Guest Post by Jeff Porter, Founder and CEO of Handbid
Holding a silent auction can bolster your nonprofit’s fundraising plan, creating an opportunity to raise money and bring your supporters together to network and develop a stronger sense of community.
Because there’s no auctioneer or paddle raising, your silent auction attendees can participate in the auction while simultaneously engaging in other activities and discussing your mission with others at the event. However, this is only possible when your nonprofit prepares and plans effectively for your auction event.
Handbid’s silent auction guide explains that silent auction events can either stand alone or be held in conjunction with galas, dinners, and other gatherings. Therefore, every planning process might look slightly different.
In this guide, we’ll cover some of the steps that hold true no matter how you decide to execute your silent auction, or what type of event you may be hosting.
1. Identify your auction audience.
Your organization will first need to determine the type of bidders you will have. For example, are your bidders more interested in sports or entertainment? Are they a wine-drinking crowd, or do they prefer craft beer? Once you’ve identified this audience, you can utilize the data you already have about them to decide how best to engage them in your silent auction.
In addition, if you are trying to reach an audience over a wide geographical area, you might decide to conduct a hybrid or virtual auction event so that more people can get involved.
2. Determine what your silent auction will look like.
Set some goals for your auction, outlining what it is you want to achieve with the event. Then, you can reference these goals while making important decisions regarding what your silent auction will look like.
When planning your auction and event, prepare for how your bidders will engage with the auction by considering the different auction formats. Here are some benefits to each silent auction format:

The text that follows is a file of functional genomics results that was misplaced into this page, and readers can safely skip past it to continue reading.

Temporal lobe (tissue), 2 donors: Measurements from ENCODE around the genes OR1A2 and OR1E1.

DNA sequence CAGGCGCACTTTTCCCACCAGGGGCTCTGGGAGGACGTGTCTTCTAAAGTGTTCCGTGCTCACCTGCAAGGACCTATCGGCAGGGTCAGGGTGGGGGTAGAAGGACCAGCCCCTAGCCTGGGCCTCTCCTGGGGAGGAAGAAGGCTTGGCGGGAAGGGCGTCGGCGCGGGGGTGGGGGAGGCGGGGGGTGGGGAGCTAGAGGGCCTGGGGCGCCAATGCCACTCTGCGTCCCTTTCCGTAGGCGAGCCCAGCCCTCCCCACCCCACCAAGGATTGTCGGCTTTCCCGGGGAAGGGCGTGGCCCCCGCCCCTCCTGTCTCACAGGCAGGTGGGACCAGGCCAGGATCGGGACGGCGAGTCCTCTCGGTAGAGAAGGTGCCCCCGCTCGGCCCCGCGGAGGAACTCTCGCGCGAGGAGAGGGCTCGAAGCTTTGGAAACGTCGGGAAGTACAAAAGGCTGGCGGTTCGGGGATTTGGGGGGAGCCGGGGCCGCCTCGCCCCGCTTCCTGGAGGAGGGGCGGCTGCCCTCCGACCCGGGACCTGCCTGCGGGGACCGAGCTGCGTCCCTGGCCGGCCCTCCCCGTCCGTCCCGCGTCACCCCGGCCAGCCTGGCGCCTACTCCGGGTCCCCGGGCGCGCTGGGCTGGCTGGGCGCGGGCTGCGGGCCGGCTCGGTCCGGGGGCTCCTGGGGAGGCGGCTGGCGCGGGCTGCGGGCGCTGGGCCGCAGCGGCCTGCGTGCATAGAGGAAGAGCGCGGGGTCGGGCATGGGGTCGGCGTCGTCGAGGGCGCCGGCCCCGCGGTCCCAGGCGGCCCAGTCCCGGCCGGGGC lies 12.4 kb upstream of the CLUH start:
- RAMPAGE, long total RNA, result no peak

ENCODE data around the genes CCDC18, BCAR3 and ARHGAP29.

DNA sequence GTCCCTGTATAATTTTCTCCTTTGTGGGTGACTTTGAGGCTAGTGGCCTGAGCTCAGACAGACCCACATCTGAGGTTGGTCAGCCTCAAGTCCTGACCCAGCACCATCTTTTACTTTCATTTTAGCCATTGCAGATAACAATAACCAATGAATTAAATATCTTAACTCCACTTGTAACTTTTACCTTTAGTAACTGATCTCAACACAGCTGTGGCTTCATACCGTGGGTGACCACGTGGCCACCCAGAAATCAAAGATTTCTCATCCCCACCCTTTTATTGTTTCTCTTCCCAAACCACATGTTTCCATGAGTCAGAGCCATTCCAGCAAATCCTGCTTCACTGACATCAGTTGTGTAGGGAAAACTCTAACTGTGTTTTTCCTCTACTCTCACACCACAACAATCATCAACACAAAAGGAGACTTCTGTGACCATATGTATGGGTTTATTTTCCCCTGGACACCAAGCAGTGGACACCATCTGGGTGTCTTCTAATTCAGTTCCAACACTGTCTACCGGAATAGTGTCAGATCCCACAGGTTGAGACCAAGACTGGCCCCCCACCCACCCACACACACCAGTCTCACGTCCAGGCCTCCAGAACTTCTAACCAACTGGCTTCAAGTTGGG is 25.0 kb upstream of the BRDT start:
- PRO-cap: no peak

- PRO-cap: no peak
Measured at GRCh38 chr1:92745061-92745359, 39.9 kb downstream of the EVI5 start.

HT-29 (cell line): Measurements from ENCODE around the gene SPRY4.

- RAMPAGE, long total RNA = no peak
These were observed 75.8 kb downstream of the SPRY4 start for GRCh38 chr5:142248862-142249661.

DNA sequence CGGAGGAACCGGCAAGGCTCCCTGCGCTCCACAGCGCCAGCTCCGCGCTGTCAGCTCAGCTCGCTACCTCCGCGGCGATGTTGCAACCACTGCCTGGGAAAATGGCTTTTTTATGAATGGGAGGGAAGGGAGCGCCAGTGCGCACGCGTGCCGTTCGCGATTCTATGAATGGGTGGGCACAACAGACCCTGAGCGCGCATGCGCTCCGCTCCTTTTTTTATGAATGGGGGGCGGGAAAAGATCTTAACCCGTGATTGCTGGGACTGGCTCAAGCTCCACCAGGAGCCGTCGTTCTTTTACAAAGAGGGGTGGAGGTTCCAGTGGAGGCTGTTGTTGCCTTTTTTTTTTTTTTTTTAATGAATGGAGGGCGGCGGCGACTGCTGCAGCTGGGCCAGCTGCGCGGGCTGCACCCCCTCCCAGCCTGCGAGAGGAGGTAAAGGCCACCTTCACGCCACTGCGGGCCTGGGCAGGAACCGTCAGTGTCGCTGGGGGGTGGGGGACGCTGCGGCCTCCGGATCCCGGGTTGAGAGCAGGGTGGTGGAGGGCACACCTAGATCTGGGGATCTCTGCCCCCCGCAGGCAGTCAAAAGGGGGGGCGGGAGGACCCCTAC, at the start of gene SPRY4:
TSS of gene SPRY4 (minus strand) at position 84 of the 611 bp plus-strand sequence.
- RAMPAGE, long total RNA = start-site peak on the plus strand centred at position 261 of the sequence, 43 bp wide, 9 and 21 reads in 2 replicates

- No venue or food costs
- There are no geographical limits to your auction
- Speakers can stream in from virtually anywhere; broadening your options and eliminating potential travel costs
- Virtual activities can engage your audience, with the right software
- A sense of community that can only be created in person
- Activities may require less planning and organization on your part
- Bidders will get to touch and see your auction items
- It’s the best of both worlds: You’ll connect your constituents through community and reach a broader geographic area
- Costs can still be lower, as you may not need as much space or food and drink as you would for a full-fledged in-person audience
- Supporters have the option to participate in your hybrid event even if they have a conflict and cannot be there in person, leaving the door open to raise more funds
When planning the format of your event, think about how your guests will participate in your silent auction. When it comes to bidding, there are basically two options:
- Paper bidding. An outdated strategy, but the traditional format for silent auctions.
- Mobile bidding. A smoother version of a silent auction, allowing for hybrid and virtual event options.
Chances are, after you’ve made these types of decisions, you’ll also need to purchase auction software that will help you facilitate the event. Consider the features you’ll need for this software before entering into demos. Then, choose the solution that will best serve your specific auction needs.
3. Procure items that your audience will love.
Arguably the most important step in carrying out a silent auction is choosing the items that your audience will fall over themselves to bid on. Choose auction items that not only interest them, but within the price range of your event attendees.
Handbid’s auction items guide provides the following examples of top items that nonprofits often find appealing to their audience:
- Hard-to-get game tickets
- Museum or comedy show tickets
- Book lovers baskets (popular among schools)
- Movie theater rentals
- Commissioned painting
Always consider your audience and what they’ll appreciate during your procurement process. While high rollers may make large bids for an all-inclusive Mexico getaway, your mid-tier or lower-level donors might prefer gift baskets or show tickets.
4. Promote your event to your nonprofit’s audience.
There’s no use in hosting an event if no one knows about it! Promoting your event allows you to reach your intended audience and get the word out about what you’re planning. Use a variety of marketing channels to get the word out about your opportunity. Some of these channels can (and should) include: